• Insert hyperlinks to link to content on your website, such as a blog post or product page.
  • Use hashtags for social media tracking purposes, but don’t use too many (#5), or else it will become difficult for users to read the text in their inbox.
  • Add emojis when appropriate! They’re great for adding personality and making readers feel like you’re more relatable than your competitors’ emails.

Encourage people to subscribe by offering a value proposition and teasing the content of upcoming emails.

You can encourage people to subscribe by offering a value proposition and teasing the content of upcoming emails. A value proposition is something that is of high value to them and will help them achieve their goals.

For example, if you have a newsletter about fitness tips for the elderly, you could say: “Subscribe so you don’t miss out on our next 5 tips for staying in shape as you get older!”

By teasing upcoming content, you’re making it clear that there’s going to be more than enough information for your subscribers in each issue or email. You can do this by saying something like: “Subscribe now so we’ll send you our best tips.”

With these best practices you will improve your email marketing campaigns

With these best practices you will improve your email marketing campaigns:

  • Use images, hyperlinks, hashtags and other web-friendly elements. If a reader can’t see your message, they won’t click on it. Make sure the subject line is clear, concise and relevant to your audience so that they know what they’re getting into before they open the email.
  • Encourage people to subscribe by offering value in exchange for their contact information. This could be anything from an exclusive discount or free trial of the product/service being advertised, to useful content such as tips and tricks that can only be found in your newsletter (i.e., not published on company’s website). The key here is providing something useful so people want to sign up now rather than later out of curiosity after seeing advertisements elsewhere online (where they would have no way of knowing if this valuable offer has already passed).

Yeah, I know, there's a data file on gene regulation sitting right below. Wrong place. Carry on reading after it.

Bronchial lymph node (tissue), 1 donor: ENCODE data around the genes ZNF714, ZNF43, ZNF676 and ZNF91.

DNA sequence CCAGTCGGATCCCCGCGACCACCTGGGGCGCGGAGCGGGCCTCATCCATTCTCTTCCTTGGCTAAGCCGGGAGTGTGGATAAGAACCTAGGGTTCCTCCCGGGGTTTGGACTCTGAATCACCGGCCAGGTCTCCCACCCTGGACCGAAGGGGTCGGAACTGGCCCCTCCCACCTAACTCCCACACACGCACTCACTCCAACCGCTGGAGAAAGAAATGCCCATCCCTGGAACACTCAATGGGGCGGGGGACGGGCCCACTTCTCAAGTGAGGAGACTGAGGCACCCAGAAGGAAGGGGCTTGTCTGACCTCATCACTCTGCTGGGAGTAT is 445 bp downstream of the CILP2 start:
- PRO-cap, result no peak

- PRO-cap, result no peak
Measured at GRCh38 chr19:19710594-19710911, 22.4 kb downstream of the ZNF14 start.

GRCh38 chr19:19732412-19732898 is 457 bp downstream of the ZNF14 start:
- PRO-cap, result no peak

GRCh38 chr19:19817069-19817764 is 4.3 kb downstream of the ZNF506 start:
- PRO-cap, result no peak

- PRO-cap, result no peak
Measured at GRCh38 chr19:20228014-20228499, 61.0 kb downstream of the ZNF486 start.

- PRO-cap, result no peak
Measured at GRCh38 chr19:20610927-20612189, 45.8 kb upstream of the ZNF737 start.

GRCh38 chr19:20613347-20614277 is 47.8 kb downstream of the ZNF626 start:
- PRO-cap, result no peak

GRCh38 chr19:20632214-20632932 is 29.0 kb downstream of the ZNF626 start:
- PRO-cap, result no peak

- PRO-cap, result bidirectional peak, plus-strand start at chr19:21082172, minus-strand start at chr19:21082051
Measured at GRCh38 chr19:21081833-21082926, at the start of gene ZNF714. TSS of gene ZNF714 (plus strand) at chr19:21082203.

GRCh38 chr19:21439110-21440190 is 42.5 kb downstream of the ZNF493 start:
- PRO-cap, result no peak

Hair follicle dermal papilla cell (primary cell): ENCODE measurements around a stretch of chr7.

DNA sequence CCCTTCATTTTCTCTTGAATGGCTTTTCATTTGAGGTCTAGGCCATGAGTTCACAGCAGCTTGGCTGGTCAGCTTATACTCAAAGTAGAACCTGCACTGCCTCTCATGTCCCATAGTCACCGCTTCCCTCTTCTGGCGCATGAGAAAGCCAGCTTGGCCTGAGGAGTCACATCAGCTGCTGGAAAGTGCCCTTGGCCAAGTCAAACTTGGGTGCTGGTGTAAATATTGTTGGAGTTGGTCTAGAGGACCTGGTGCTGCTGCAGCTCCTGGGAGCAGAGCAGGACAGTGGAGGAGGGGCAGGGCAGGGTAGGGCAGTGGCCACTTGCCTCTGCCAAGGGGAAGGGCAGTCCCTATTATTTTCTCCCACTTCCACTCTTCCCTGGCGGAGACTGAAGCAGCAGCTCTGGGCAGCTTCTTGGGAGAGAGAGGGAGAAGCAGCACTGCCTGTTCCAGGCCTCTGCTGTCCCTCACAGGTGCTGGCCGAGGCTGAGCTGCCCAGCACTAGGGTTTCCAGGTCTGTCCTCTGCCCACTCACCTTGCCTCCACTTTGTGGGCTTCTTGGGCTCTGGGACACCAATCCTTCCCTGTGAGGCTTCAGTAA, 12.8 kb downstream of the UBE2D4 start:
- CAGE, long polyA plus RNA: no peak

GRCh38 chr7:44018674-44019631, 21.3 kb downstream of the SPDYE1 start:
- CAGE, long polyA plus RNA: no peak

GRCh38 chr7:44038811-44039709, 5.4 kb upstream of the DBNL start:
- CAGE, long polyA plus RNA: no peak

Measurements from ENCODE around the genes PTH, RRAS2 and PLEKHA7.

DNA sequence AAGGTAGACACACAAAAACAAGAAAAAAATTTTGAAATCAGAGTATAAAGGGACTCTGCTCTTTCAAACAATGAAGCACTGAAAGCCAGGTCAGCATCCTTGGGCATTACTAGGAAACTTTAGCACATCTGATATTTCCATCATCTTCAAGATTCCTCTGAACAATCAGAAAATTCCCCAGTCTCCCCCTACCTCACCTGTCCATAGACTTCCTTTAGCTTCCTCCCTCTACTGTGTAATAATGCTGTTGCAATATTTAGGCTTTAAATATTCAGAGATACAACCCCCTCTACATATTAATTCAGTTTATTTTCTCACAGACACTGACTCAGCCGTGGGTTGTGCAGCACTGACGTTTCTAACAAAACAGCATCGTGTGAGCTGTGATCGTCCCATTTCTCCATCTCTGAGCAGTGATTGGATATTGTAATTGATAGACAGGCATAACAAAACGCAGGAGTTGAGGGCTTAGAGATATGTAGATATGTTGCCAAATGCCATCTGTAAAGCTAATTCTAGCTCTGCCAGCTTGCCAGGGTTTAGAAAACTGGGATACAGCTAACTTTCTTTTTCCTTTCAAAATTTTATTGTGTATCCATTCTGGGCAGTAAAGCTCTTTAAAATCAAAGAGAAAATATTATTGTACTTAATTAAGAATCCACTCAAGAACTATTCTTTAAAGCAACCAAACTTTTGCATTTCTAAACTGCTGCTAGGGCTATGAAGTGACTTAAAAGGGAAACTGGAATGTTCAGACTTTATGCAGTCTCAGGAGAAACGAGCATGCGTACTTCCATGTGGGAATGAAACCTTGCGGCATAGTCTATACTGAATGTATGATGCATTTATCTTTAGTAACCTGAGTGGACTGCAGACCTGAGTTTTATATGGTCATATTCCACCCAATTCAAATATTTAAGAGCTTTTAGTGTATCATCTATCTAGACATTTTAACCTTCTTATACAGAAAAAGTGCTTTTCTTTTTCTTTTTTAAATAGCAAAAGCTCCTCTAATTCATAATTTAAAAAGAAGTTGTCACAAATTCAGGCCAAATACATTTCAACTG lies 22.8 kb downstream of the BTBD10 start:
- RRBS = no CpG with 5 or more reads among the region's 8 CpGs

• Test your design in different email services and with different browsers – especially if you’re sending a lot of emails at once! Sometimes there will be small differences between how it looks on one platform vs another which can cause problems such as truncated text; make sure everything fits nicely together before hitting send 🙂


When it comes to email campaigns, one of the best things you can do is pay attention to what works and what doesn’t. The next time you send an email campaign, ask yourself: Is this content relevant for the people I’m sending it to? Have I included a clear call-to-action? Does this email read like a conversation with someone? If the answer is yes, your email will be well received by subscribers. But if not, your emails might end up in their junk folder instead of their inbox where they belong!